“Teamwise, they got another leg. They have improved throughout the season, which is what any coach can ask. I think they're peaking at the right time. They will be ready for district next week. There's still room for improvement and I think our best scores are still ahead of us.”
Coming in next to Schaffer was Lovington's Jacob Jameson who shot a 75. Schaffer shot a 39 in the first nine and a 35 in the second and had four birdies for the day.
Ryan Romero posted a 42 in the first nine and came back strong with a 37 in the second nine. He also eaned his fifth individual leg. Rounding out the scoring for the Warriors was Nathan Vega (83), Randall Romero (86), and Joe Carilli (91).
“You also got to tip your hat to Ryan for playing his last regular season tournament at home, said Moore. He fought hard to shoot his 79. He didn't have his best stuff today, but he played well enough.”
“It's going to be a tough decision to try to see who's going to play number one now for our district tournament and our state. So, when it gets to that point, usually I just fall back on a good reliable qualifying round and have a sudden death.”
Socorro will host the 4A-AAA district tournament on Monday, May 3.
Lady Warriors Prep For District
The Socorro girls golf team got ready for Monday’s district tournament by winning the 3A Invitational a tournament April 26.
All the district competition showed up to play the New Mexico Tech course.
Kristen Cline of Socorro was the medalist of the event, shooting an 80. Teammate Shania Berger was second with an 85 and Brittani Webb was next with an 86.
“Each player had specific issues that they wanted to improve on,” Socorro coach Margaret Stanley said. “I think these three are very steady players.”
Mirjana Gacanich shot a 116 and Theresa Chavez had a 128.
“My fourth player (Chavez) struggled with her swing but her putting was good and I was proud of Mirjana of the way she hung in there and finished strong.
“We will be working hard this week working on different issues with each girl. We are all looking forward to District on Monday. The girls are feeling good about their swings and are ready to play.”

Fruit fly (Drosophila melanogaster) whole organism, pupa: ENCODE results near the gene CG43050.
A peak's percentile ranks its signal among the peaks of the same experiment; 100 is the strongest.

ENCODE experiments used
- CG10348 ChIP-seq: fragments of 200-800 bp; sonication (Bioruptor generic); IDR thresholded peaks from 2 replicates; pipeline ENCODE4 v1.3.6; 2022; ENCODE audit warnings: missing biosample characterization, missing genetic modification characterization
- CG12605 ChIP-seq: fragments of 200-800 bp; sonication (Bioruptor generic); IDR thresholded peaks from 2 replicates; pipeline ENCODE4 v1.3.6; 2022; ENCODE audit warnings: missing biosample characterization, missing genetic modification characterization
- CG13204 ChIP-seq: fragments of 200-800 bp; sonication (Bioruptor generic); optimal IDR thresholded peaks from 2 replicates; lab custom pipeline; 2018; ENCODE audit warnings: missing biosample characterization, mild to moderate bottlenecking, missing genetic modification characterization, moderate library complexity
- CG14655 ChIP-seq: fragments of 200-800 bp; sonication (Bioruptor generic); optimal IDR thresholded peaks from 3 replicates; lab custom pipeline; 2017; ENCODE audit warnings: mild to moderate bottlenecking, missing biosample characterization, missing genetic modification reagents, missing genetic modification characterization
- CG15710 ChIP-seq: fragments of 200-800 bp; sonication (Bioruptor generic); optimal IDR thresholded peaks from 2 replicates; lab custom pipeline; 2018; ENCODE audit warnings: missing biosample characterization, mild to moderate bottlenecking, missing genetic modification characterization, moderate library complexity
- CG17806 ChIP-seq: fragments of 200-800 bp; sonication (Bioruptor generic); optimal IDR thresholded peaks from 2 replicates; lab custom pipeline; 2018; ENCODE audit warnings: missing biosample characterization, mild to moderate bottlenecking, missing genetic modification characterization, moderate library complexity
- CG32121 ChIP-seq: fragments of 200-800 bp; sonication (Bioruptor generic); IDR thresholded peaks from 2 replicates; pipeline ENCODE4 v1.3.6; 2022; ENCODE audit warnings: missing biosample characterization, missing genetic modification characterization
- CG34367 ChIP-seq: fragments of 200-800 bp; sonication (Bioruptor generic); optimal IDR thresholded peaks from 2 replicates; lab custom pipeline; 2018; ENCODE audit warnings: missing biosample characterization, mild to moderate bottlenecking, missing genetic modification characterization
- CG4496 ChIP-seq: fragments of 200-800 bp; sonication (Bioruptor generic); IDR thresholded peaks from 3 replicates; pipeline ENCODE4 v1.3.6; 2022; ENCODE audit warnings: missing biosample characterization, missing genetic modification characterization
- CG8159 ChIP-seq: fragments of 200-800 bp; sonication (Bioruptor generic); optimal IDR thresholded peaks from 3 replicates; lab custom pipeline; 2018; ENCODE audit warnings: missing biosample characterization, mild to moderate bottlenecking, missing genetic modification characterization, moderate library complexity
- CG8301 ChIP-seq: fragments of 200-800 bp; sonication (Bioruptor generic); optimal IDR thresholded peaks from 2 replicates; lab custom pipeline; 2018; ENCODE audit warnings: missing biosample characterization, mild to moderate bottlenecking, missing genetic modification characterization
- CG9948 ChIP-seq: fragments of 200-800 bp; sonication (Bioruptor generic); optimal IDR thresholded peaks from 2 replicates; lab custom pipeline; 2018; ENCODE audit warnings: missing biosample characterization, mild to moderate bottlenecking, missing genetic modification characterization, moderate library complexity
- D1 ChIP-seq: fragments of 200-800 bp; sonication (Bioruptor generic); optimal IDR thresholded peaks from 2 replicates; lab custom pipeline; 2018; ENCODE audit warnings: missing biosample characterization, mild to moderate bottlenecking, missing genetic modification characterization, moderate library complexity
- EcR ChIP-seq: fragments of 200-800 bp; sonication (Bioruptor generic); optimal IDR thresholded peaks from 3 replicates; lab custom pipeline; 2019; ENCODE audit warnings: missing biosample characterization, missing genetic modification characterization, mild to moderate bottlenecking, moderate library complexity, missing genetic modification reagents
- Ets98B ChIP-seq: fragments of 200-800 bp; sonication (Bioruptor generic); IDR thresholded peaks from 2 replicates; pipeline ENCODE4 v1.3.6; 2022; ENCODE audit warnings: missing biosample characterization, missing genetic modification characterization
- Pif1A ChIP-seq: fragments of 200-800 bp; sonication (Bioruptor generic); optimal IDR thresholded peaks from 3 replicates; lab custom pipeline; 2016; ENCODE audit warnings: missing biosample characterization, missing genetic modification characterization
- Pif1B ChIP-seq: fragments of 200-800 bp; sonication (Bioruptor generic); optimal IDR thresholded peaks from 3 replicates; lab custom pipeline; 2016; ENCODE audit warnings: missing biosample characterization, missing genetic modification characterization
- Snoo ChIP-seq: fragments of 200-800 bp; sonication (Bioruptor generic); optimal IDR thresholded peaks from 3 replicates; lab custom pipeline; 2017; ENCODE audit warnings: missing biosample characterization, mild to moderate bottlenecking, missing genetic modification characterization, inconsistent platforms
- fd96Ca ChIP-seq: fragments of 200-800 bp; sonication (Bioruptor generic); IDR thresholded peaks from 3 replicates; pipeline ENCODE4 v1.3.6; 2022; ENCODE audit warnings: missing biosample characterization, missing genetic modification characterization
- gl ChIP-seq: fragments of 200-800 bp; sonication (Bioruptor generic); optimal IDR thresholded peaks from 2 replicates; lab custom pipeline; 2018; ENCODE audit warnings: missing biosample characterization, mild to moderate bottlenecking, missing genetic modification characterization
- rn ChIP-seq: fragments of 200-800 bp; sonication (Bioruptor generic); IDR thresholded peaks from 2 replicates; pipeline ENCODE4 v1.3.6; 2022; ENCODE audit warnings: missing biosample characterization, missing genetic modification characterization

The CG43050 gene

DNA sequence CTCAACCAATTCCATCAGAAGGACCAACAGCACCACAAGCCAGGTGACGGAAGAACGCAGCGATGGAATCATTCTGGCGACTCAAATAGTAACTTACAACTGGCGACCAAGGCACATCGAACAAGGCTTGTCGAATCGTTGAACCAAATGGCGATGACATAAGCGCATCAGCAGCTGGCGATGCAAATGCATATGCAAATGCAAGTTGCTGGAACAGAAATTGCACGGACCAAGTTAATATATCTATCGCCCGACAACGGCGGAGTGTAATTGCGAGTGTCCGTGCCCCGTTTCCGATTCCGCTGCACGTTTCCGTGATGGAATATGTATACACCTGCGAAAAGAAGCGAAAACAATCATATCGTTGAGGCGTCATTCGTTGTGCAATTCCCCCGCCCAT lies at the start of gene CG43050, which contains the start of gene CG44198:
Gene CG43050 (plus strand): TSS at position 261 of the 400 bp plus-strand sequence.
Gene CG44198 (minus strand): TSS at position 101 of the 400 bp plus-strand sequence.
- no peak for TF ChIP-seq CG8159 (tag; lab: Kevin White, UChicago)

Hot Springs and Ruidoso, have full teams while Cobre, Cloudcroft and Mesilla Valley, might have some players that compete individually, Stanley said.
For The Mountain Mail
Despite losing four games this week, the Socorro Lady Warriors softball team still has hope that it will receive a state tournament bid in the 16-team field in May. With two remaining road games at Hot Springs on Friday, April 30, the Lady Warriors' record overall is 9-13 and 1-6 in district play.
Coach Gary Apodaca said, “They're taking 16 teams and I think we're still somewhere in the mix, hopefully. We've played a couple of teams that are ranked sixth or seventh, like Laguna and we beat them three times. That should say something for us. And most of the teams we've lost to, other than in our district, have been 4A and 5A teams. It just depends what kind of push we get from our athletic director and the committee.”
Socorro did not help their cause on Friday, April 23, at Cobre. The Lady Warriors lost a double-header against Cobre, falling 12-1 amd 11-1.
In the first game, The Lady Warriors continued to drop fly balls and kick routine ground balls. Their only run scored was in the second inning on a sacrifice by Chantilly Gallegos scoring Brittany McDaniel from third.
Cobre did most of its offensive damage by scoring five runs in the second and four runs in the fourth.
In the second game, the Lady Warriors scored the first run of the game in the first inning. Two consecutive doubles by Kristen Gonzales and Courtney Edmister scored their lone run of the game.
Cobre came back big in the bottom of the first by scoring nine runs. Socorro gave up four walks and three errors in the inning.
Socorro played its last regular season games at home against Hatch Valley on Tuesday, April 27. This was the last home game for the following seniors: Amberli Benavidez,, Jocelyn Carmona, Courtney Edmister, Kristen Gonzales, Brittany McDaniel, Gina Rico, and Maureen Trujillo.
Socorro dropped two games to Hatch, who is in second place in the district, falling 15-11 and 13-9.
“It was a disappointing two losses,” said Apodaca. “I wish we could have won one of them. Sure, we hit a few home-runs, but even at that, those home-runs didn't make the difference in the game.”
Hatch scored one run in the first inning. Socorro scored three runs of their own in the first on an RBI single by Gonzales and a two-run homer by McDaniel.
Hatch regained the lead in the third by the score of 6-3. In the bottom of the inning, Socorro tied the score with two consecutive doubles---one by McDaniel and the other by Rico.
In the fifth inning, Hatch took the lead 11-6, the last two runs were unearned coming on passed balls. They added to their lead by scoring one run in the sixth and three in the seventh.
Socorro singled five times times during their last at bat for five runs, but it wasn't enough for a victory.
In the second game, Socorro scored first on a RBI double by McDaniel.
Hatch came back to score four runs in the second inning. Socorro got a run back this inning with a RBI singles by Trujillo.
In the third, McDaniel hit her second home-run of the day to left-center field and closed the gap to 4-3.
Hatch, though, had a seven-run fifth inning to put the game away. Edminster hit a home run in the sixth inning for Socorro.
Note: SHS Senior and starting pitcher Maureen Trujillo was spotlighted on the New Mexico Overtime Sports Center website this week. She received a position rating of four stars out of five.